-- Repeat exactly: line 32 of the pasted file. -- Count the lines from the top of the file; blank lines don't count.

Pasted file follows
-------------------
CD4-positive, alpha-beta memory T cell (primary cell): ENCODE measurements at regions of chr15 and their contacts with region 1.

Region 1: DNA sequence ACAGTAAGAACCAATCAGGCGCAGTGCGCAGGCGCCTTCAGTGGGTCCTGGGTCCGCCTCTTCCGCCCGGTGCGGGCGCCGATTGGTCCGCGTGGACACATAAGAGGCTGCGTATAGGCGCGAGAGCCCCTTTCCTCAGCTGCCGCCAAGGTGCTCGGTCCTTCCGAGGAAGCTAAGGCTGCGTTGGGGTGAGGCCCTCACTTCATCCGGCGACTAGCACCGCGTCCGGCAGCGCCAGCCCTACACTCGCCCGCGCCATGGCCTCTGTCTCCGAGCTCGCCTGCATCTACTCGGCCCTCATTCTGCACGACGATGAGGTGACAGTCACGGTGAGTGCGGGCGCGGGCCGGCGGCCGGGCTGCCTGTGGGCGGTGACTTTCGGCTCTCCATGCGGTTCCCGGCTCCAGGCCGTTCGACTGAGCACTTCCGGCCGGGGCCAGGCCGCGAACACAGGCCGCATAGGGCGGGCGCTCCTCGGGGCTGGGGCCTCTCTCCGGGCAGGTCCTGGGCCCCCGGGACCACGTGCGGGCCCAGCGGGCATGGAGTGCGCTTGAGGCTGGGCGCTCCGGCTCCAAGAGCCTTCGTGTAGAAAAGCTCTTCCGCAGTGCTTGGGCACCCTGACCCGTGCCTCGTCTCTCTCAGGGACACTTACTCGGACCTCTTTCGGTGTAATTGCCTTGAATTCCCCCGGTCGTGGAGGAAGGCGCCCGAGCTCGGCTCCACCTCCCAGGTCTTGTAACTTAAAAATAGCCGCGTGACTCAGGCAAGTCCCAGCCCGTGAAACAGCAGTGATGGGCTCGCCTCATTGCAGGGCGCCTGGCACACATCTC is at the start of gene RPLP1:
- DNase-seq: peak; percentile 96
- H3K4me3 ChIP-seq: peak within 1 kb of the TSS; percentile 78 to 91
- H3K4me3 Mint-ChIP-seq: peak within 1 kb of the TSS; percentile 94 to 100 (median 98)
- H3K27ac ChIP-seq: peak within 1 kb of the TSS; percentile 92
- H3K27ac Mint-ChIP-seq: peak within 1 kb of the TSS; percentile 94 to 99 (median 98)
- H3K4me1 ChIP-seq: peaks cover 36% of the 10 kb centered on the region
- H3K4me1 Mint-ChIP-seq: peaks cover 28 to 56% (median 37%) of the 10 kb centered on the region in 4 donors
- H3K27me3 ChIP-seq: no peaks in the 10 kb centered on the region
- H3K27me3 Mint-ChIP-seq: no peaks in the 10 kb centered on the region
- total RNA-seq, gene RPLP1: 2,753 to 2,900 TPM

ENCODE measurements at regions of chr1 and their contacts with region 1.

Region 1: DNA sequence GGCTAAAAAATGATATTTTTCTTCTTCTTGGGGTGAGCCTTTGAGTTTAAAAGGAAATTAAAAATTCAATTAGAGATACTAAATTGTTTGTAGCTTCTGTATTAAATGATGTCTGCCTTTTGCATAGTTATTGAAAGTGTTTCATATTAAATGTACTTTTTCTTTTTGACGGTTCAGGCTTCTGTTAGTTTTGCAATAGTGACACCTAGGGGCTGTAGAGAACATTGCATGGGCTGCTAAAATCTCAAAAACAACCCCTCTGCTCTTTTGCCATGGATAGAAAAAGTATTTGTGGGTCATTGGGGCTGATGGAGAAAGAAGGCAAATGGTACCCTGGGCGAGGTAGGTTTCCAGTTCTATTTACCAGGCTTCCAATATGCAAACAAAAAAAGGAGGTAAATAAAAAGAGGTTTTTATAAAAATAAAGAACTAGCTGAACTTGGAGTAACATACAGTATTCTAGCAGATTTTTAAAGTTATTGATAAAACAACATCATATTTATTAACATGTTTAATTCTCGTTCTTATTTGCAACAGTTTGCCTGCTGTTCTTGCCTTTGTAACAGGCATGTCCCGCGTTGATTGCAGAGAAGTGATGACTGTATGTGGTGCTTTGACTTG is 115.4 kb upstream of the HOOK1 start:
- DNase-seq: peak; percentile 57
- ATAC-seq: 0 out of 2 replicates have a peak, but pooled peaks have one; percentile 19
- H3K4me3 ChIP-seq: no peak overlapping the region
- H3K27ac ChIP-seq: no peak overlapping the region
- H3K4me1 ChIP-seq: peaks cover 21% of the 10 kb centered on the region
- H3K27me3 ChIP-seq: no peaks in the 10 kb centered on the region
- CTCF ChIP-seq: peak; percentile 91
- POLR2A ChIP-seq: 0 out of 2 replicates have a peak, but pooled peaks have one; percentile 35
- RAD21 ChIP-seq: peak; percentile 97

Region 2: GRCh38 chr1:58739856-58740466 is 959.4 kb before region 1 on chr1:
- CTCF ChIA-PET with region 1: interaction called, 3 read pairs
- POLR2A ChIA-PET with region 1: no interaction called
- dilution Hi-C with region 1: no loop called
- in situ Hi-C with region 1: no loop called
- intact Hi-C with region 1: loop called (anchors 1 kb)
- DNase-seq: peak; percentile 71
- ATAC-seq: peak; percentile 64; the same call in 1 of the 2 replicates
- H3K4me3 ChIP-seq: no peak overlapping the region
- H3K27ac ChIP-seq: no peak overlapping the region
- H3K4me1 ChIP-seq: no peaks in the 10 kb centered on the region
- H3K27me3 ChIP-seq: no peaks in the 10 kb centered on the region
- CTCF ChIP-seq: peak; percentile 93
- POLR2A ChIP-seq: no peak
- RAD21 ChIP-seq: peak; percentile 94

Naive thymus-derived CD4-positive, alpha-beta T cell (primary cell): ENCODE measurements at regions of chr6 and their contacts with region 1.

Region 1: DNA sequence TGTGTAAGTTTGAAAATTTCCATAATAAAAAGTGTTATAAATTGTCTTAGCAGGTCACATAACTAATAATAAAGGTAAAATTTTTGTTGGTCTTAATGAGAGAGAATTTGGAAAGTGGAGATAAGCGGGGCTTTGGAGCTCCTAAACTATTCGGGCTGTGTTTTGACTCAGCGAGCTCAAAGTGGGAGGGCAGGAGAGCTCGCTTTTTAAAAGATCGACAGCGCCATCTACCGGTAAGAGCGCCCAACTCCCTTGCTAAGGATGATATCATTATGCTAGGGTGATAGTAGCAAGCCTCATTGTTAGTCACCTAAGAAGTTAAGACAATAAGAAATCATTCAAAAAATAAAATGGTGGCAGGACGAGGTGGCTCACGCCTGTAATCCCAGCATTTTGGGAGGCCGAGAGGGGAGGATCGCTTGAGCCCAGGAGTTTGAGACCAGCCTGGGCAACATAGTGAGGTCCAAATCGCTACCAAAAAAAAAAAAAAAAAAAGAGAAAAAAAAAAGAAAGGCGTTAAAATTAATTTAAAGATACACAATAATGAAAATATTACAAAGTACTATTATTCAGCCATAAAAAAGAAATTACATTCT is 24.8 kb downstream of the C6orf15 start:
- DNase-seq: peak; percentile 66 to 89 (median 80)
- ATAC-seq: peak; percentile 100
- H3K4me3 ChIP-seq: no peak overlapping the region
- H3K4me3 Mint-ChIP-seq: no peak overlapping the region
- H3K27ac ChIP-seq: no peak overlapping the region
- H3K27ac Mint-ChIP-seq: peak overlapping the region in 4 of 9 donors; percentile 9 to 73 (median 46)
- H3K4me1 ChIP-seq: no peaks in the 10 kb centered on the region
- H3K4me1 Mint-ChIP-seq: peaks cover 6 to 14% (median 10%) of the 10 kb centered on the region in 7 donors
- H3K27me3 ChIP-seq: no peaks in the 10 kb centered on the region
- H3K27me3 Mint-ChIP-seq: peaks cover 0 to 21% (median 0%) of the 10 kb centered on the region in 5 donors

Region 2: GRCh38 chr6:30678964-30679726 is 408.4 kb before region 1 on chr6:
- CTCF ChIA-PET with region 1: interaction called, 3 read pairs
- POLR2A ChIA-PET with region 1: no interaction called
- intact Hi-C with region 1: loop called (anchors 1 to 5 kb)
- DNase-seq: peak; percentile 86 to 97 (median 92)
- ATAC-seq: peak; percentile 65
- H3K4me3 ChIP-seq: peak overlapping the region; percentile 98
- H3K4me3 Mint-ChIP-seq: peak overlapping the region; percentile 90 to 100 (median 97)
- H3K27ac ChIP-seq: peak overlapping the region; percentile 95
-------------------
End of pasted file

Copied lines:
- H3K4me3 ChIP-seq: no peak overlapping the region